Tuesday, February 28, 2017
Enshrining Traditional Knowledge through Research
Dr Abe V Rotor
Here are some examples by which traditional knowledge can be enshrined through research.
1. Corn silk tea is good for the kidney.
When boiling green corn, include the inner husk and the silk as old folks do. Add water than normally needed. Drink the decoction like tea. It is an effective diuretic. But how can we make it available when we need it?
Silk is the composite pistil of corn which receives the pollen necessary in pollination. Internet photos
Sister Corazon C. Loquellano, RVM, in a masteral thesis at UST came up with corn tea in sachet. Just powder dried corn silk and pack it in sachet like ordinary tea. The indication of good quality is that, a six-percent infusion should have a clear amber color with the characteristic aroma of sweet corn. It has an acidity of about 6 pH. You may add sugar to suit your taste.
2. Succulent pod of radish is a local remedy for ulcer.
It is in a public market of Ho Chi Minh City (Saigon) I found young pods of radish (Raphanus sativus) sold in bundles. We also relish young radish pods as salad or mixed in chopsuey. How true is it that it can cure of stomach ulcer?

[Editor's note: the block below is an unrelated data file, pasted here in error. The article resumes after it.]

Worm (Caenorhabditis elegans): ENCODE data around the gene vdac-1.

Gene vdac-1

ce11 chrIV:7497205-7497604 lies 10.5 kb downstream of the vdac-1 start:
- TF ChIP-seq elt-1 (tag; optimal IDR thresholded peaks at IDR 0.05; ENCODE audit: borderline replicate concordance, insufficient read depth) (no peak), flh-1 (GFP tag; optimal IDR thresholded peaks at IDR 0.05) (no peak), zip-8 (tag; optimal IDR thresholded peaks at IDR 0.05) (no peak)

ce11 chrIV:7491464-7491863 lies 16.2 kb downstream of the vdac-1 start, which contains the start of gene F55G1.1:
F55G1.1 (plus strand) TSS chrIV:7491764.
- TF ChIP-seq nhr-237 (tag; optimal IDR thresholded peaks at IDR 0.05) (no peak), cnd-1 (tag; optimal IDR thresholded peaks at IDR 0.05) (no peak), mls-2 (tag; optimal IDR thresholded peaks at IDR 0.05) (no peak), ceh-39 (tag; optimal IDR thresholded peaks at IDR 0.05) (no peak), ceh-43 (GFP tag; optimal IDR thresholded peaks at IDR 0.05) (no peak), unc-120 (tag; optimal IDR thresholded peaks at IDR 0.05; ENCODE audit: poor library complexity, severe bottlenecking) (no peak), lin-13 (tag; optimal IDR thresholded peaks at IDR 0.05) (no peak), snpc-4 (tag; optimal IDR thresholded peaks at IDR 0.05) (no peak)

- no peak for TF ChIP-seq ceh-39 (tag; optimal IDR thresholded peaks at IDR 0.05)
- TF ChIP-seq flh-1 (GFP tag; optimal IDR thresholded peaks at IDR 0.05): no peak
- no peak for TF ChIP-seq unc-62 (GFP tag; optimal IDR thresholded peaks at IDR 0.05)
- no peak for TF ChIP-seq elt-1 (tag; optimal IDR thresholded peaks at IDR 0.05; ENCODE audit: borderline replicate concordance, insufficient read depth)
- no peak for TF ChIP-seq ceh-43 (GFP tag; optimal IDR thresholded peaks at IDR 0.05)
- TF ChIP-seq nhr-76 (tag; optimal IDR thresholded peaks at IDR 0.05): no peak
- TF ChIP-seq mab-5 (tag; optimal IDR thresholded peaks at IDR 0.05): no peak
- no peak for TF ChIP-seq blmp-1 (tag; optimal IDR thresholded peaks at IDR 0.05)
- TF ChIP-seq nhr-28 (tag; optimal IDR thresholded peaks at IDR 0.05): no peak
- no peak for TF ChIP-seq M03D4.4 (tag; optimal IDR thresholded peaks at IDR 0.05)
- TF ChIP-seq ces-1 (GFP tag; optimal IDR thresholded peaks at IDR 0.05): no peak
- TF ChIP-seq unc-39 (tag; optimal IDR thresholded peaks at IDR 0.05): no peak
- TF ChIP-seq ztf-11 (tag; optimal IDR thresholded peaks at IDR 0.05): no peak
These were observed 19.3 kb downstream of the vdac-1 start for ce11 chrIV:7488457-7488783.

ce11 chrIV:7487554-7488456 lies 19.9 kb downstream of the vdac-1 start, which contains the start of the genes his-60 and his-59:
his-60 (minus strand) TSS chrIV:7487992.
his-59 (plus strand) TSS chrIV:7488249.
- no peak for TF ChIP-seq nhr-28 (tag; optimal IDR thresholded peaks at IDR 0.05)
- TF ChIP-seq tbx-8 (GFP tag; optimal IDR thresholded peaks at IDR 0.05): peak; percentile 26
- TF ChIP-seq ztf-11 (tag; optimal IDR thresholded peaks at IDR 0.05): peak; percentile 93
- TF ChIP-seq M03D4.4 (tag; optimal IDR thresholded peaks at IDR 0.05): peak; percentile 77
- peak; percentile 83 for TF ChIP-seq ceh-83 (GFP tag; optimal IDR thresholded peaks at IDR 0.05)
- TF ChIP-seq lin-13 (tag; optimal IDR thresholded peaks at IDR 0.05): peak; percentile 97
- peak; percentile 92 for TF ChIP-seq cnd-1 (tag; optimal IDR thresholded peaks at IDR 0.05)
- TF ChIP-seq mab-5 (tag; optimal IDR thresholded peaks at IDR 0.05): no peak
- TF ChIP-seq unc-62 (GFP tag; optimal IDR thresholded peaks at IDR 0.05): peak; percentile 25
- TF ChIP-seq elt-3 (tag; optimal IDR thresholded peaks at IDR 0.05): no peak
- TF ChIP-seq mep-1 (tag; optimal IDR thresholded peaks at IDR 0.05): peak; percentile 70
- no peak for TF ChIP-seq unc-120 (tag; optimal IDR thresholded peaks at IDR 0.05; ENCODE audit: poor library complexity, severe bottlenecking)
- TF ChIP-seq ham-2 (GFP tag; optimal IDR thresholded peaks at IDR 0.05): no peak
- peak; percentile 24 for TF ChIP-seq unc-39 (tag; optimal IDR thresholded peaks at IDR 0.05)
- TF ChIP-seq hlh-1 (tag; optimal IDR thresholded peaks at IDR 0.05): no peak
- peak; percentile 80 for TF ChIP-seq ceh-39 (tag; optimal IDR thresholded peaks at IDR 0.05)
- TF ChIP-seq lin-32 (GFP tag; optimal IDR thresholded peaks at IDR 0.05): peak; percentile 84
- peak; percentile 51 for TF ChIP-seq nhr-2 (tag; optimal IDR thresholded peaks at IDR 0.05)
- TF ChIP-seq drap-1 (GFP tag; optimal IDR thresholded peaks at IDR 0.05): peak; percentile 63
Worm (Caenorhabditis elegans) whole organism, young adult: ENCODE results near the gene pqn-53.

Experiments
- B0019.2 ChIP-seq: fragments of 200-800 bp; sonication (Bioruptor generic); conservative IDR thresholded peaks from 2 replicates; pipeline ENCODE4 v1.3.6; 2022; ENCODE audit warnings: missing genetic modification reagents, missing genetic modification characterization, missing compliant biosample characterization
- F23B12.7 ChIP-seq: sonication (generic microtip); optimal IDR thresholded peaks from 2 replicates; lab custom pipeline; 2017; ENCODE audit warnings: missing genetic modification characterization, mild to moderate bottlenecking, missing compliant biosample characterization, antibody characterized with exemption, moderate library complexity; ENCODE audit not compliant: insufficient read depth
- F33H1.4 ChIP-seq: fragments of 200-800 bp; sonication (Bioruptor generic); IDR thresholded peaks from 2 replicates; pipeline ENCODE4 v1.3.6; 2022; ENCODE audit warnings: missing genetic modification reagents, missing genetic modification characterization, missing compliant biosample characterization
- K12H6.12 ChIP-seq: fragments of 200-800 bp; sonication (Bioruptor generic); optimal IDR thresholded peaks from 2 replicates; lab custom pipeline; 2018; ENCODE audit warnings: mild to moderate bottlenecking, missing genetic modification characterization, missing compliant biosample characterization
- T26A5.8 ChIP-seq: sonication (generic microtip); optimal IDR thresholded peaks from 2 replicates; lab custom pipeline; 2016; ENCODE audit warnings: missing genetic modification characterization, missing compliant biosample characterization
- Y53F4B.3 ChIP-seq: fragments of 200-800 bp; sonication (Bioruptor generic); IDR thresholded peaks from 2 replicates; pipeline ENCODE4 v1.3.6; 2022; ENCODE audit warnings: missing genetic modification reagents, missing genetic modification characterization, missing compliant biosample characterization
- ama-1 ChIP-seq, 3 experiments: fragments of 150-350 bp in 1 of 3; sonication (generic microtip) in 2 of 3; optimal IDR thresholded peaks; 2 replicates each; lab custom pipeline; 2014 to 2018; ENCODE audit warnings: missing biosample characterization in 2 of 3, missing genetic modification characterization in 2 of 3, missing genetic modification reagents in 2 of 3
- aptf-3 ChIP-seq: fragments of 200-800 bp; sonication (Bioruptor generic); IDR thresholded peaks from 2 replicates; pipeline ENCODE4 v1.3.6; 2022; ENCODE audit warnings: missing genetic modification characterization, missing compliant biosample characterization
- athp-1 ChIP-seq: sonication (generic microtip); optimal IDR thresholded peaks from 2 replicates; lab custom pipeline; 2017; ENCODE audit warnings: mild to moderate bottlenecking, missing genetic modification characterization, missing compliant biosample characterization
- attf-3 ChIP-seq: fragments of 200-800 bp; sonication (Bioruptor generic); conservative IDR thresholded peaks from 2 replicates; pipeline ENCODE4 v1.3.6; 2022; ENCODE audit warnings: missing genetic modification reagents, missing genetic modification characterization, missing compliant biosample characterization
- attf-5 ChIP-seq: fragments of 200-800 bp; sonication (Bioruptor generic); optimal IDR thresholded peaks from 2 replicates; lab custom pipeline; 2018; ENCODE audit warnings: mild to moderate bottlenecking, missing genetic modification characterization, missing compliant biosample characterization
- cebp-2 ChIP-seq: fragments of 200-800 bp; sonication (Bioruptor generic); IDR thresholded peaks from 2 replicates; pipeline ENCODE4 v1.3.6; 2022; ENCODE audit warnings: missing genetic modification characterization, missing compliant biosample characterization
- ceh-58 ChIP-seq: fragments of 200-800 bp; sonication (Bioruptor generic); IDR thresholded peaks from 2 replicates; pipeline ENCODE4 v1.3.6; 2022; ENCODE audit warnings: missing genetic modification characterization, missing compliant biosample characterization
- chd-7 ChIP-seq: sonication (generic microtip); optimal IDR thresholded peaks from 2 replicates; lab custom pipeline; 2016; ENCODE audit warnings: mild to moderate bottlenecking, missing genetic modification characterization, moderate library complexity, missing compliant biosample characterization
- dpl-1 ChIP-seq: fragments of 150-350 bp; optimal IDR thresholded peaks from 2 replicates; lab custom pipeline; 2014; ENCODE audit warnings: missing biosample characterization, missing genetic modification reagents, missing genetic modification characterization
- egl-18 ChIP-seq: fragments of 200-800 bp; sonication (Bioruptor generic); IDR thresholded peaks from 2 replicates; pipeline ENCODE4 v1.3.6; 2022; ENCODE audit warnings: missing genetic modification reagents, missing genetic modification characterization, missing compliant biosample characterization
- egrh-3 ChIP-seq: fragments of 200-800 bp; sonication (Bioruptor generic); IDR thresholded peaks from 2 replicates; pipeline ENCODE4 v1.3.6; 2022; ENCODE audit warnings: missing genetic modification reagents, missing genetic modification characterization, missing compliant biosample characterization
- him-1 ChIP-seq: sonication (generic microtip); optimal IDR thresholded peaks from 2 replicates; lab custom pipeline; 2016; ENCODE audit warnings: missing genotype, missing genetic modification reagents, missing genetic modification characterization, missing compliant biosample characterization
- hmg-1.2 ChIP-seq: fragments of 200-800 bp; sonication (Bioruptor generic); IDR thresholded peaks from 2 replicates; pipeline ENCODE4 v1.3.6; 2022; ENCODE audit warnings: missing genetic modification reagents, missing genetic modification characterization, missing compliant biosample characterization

Lourdes Jorge tested radish seeds for anti-ulcer properties on albino rats as her masteral thesis in medical technology at UST. Result: Radish seed extract is effective and is comparable to commercial Cimetidine or Tagamet in the treatment of gastric ulcer. ~
3. A simple remedy for diarrhea
Diarrhea claims the lives of 3 million people, with nearly 2 million of them children under five years old. Yet a simple and inexpensive treatment can prevent many of those deaths.
Here is a simple formula for oral rehydration therapy (ORT): a fistful of sugar + a pinch of salt + a jug of water. This old home remedy is now recognized by the WHO and UNICEF of the United Nations (UN-WHO) which recently reported that it has saved some 40 million lives. This home grown remedy hopes to further demote diarrhea from its present status as the second leading cause of death among children, to an ordinary ailment that can be readily prevented or treated.
According to WHO/UNICEF, ORT should begin at home with home fluids or home-prepared sugar and salt solution at the first sign of diarrhea to prevent dehydration (loss of body fluid). Feeding should be continued at all times.
However, once the patient is dehydrated, the regimen should be switched to official preparation usually in pre-measured sachets that are ready to be mixed with water. The formula is commercially sold or supplied by local government and relief agencies like WHO and UNICEF. In 1996 alone UNICEF distributed 500 million sachets to over 60 developing nations.
Everyone experiences at certain times symptoms that may be associated with diarrhea, such as too much drinking of alcohol, intolerance to wheat protein (gluten) or lactose (milk), or chronic symptom to food poisoning. It is also associated with anemic condition, pancreatic disorder, and radiation treatment (chemotherapy) ~